"There's something I've been meaning to share with somebody," Miyamoto says with a grin, letting us in on a secret of the development of the original Mario Bros. "One of those constraints was that because of memory limitations, the second character had to be identical to the first character in appearance. And so we looked at that and said, 'Well even if we have the same character, we could potentially change the color of the character.' But again we were limited in the color palettes – we didn't have much in the way of additional colors that we could use. And so we looked at the turtles in that game. Their heads are sort of skin-toned, their shells are green, so what we could do is we could use the color palette from the turtle on this character. And so from those technical limitations we said 'Okay. We have these two characters. They look the same, other than the fact that their colors are different. Obviously they must be twins.' From there, we decided, 'Okay, they're twins and this other character [Luigi] must be the younger brother.'"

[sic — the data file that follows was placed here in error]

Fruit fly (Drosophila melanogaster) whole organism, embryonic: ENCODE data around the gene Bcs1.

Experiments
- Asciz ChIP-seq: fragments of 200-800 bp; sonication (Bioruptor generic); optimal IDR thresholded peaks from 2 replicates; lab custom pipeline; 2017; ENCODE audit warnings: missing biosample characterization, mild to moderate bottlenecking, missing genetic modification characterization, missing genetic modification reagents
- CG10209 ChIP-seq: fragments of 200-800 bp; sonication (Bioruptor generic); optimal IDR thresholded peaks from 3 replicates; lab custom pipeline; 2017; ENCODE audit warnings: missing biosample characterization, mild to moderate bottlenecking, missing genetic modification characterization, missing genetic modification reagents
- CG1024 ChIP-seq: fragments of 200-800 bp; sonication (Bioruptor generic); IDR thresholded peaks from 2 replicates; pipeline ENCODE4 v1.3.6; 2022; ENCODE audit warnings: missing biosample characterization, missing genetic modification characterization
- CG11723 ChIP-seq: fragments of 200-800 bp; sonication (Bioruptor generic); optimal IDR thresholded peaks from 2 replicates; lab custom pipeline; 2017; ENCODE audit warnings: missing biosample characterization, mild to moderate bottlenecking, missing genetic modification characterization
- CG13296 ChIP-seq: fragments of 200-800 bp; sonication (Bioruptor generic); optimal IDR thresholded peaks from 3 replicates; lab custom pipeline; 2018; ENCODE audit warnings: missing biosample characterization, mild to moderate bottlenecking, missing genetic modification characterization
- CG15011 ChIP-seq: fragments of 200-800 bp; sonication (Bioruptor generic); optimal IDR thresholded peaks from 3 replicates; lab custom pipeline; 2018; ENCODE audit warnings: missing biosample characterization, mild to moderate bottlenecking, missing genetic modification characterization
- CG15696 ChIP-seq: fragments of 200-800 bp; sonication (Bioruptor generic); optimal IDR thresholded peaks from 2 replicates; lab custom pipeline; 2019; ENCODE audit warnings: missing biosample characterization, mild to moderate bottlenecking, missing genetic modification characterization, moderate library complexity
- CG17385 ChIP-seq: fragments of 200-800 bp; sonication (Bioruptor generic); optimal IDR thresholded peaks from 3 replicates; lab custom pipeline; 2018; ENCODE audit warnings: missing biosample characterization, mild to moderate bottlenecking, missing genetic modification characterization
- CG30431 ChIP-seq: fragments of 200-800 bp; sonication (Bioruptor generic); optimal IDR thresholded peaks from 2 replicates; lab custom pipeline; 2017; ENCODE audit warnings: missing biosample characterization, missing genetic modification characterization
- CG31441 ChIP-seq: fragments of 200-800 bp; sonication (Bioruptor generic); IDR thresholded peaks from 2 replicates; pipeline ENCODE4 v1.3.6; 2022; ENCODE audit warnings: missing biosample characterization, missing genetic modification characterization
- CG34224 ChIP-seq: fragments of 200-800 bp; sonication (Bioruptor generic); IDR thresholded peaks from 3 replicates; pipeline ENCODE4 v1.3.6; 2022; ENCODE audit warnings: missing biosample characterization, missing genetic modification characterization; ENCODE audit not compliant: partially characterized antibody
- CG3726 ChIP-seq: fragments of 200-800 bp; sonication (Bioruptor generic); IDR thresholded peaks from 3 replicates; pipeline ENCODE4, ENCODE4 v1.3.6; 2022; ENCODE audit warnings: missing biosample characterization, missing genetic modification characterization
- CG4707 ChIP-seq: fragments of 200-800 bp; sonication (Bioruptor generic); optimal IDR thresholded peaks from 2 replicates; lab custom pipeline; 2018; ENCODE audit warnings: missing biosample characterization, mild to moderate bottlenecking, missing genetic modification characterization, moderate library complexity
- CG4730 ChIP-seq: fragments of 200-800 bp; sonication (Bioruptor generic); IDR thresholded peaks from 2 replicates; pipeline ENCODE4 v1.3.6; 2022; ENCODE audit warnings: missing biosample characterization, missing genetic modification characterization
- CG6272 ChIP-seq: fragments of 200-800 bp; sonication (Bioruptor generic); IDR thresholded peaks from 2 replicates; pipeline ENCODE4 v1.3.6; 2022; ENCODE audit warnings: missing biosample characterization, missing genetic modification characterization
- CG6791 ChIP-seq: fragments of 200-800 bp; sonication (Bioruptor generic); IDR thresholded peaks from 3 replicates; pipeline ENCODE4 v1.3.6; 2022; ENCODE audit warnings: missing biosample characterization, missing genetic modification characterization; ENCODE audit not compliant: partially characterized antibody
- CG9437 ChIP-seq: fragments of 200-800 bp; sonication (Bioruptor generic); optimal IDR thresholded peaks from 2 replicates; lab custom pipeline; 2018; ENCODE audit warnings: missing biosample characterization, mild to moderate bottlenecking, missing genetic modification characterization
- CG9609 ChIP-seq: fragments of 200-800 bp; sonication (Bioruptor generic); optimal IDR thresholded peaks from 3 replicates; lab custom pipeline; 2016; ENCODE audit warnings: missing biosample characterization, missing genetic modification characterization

He adds, "This ultimately is the role of a designer: How do you take those constraints and create something that's unique and then layer on a story or some kind of a background that explains why those things exist? Ultimately that's the reason that Luigi is green, but it's one of those little development anecdotes that I wanted to share and is to me an important facet of designing: how you use what could be a constraint and use that to develop something new."